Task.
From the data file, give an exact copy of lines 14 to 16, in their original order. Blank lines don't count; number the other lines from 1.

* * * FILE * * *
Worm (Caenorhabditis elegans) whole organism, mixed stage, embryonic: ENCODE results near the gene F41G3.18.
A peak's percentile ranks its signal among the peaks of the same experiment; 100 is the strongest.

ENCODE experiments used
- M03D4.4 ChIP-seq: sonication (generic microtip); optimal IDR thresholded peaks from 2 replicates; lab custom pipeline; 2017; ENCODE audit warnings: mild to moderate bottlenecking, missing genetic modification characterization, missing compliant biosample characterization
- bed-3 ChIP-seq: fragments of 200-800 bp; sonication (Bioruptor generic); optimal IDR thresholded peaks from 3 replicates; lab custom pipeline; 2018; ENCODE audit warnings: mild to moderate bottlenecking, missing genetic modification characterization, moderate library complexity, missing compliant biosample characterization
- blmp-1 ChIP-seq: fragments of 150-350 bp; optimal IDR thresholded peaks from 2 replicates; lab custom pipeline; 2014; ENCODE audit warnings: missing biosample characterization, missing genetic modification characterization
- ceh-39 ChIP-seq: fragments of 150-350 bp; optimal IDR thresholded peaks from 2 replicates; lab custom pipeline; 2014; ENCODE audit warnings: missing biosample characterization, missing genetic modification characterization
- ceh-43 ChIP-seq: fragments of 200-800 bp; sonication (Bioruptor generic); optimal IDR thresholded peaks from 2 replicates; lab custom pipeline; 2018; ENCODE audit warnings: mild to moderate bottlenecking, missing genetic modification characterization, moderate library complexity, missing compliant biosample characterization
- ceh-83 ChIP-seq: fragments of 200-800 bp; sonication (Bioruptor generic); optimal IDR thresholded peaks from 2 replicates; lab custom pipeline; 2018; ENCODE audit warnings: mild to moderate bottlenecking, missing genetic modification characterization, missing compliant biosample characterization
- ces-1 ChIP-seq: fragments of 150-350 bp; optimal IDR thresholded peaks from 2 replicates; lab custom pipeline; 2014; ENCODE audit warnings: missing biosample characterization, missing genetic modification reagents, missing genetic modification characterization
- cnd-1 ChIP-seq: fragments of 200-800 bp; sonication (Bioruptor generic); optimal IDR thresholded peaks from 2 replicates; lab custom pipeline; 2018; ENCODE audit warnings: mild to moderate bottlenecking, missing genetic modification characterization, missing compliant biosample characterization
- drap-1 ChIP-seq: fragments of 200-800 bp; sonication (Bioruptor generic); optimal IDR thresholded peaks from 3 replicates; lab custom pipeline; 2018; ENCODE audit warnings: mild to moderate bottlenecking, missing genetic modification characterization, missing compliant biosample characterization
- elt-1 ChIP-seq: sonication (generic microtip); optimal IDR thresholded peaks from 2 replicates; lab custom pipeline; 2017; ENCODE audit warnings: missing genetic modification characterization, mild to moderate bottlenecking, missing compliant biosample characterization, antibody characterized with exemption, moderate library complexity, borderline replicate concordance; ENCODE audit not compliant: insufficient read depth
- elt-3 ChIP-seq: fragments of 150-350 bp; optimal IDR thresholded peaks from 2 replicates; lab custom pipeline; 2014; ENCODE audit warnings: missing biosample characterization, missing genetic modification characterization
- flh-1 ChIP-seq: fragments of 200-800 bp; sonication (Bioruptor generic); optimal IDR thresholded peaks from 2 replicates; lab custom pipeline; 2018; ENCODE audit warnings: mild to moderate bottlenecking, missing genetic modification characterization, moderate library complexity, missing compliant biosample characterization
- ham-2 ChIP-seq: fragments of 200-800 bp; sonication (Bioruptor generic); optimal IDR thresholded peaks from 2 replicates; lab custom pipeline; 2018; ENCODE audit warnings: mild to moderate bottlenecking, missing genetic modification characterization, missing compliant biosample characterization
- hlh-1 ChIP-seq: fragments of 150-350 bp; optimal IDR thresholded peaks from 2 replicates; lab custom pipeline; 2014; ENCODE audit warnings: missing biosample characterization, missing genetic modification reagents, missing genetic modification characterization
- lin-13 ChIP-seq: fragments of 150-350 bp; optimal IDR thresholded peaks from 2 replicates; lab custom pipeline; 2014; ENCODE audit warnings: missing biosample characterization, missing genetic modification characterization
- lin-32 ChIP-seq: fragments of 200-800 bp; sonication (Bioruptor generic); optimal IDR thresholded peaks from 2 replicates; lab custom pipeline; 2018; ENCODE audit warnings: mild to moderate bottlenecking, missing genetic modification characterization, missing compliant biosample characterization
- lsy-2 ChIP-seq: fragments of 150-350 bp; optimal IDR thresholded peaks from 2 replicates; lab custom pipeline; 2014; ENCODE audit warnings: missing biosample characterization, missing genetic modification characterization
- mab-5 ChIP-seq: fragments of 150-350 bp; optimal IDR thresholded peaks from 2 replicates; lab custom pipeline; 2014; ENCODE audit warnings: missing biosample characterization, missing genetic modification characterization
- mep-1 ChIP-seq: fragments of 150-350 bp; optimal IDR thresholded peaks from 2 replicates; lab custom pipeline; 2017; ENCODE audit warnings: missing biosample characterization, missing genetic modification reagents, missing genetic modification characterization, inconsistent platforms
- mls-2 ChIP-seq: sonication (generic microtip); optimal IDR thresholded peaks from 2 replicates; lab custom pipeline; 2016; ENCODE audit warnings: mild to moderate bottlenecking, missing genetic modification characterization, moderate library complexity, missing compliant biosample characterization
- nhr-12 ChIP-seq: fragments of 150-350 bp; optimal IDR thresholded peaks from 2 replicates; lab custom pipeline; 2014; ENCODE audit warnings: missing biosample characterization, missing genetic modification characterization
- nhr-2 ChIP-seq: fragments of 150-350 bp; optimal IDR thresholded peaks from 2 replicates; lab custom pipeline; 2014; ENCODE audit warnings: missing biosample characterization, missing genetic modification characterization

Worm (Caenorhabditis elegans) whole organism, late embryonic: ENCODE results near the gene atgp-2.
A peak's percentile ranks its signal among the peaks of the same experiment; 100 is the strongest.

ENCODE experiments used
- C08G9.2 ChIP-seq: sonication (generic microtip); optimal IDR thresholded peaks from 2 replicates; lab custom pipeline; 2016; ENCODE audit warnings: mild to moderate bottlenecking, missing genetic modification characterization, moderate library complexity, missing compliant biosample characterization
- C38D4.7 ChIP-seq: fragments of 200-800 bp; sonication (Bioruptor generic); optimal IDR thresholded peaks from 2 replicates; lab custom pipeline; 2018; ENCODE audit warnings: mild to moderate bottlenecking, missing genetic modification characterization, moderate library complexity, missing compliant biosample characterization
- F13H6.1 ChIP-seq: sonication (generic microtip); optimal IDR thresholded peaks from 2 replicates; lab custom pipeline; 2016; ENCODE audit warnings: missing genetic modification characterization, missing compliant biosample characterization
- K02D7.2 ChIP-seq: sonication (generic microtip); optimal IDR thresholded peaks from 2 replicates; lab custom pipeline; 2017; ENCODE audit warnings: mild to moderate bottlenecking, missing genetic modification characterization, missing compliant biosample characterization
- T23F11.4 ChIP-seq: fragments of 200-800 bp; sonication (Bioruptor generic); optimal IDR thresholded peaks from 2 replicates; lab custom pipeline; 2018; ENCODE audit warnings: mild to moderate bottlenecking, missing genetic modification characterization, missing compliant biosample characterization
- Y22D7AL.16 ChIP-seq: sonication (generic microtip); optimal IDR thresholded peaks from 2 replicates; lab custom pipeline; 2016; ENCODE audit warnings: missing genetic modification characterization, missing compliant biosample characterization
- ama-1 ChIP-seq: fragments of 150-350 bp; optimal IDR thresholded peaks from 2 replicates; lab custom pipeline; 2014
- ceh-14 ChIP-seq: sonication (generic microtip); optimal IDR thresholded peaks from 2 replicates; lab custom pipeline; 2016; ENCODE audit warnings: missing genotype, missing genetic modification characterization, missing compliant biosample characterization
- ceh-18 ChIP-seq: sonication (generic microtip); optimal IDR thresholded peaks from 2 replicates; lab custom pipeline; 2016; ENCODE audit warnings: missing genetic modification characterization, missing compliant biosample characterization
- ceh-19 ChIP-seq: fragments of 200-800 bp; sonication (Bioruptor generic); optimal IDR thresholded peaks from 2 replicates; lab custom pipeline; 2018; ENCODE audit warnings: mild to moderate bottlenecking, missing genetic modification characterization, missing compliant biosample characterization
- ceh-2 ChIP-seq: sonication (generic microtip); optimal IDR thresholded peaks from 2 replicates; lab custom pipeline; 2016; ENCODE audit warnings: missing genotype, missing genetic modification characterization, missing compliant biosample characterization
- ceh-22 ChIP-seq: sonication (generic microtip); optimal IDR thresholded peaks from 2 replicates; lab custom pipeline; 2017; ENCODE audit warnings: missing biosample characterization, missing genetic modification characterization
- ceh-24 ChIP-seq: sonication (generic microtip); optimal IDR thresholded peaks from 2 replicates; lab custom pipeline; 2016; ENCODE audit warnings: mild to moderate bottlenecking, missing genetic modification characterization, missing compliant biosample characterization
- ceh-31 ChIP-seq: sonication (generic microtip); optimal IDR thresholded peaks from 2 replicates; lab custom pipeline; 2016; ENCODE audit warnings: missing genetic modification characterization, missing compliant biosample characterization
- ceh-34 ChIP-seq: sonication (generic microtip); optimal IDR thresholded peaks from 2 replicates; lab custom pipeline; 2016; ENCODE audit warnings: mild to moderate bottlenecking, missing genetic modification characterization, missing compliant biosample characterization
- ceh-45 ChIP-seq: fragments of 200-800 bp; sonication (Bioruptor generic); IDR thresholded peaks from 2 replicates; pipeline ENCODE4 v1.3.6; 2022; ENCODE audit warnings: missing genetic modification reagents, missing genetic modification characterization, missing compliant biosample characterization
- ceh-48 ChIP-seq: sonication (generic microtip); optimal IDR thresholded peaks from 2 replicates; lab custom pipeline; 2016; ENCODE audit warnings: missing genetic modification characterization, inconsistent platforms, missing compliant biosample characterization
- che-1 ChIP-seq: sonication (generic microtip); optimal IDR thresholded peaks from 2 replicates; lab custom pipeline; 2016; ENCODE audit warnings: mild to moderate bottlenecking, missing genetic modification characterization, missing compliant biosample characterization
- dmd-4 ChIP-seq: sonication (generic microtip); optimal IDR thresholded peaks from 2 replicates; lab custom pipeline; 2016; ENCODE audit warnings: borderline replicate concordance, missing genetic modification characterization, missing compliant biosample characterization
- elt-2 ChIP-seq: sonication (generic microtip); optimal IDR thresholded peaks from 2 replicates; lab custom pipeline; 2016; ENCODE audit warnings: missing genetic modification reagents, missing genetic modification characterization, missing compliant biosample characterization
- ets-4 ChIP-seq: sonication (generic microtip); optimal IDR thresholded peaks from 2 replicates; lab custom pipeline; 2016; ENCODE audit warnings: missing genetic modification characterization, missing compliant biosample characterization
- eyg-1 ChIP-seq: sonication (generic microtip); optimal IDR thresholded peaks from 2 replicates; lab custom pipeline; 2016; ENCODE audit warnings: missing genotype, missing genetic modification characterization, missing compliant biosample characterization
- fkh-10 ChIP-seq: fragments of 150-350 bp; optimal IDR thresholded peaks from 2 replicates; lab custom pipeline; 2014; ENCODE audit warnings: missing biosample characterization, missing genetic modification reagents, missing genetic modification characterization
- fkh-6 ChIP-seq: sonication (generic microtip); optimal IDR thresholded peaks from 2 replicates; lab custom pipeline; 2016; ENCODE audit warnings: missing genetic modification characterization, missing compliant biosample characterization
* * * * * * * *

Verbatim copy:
- elt-3 ChIP-seq: fragments of 150-350 bp; optimal IDR thresholded peaks from 2 replicates; lab custom pipeline; 2014; ENCODE audit warnings: missing biosample characterization, missing genetic modification characterization
- flh-1 ChIP-seq: fragments of 200-800 bp; sonication (Bioruptor generic); optimal IDR thresholded peaks from 2 replicates; lab custom pipeline; 2018; ENCODE audit warnings: mild to moderate bottlenecking, missing genetic modification characterization, moderate library complexity, missing compliant biosample characterization
- ham-2 ChIP-seq: fragments of 200-800 bp; sonication (Bioruptor generic); optimal IDR thresholded peaks from 2 replicates; lab custom pipeline; 2018; ENCODE audit warnings: mild to moderate bottlenecking, missing genetic modification characterization, missing compliant biosample characterization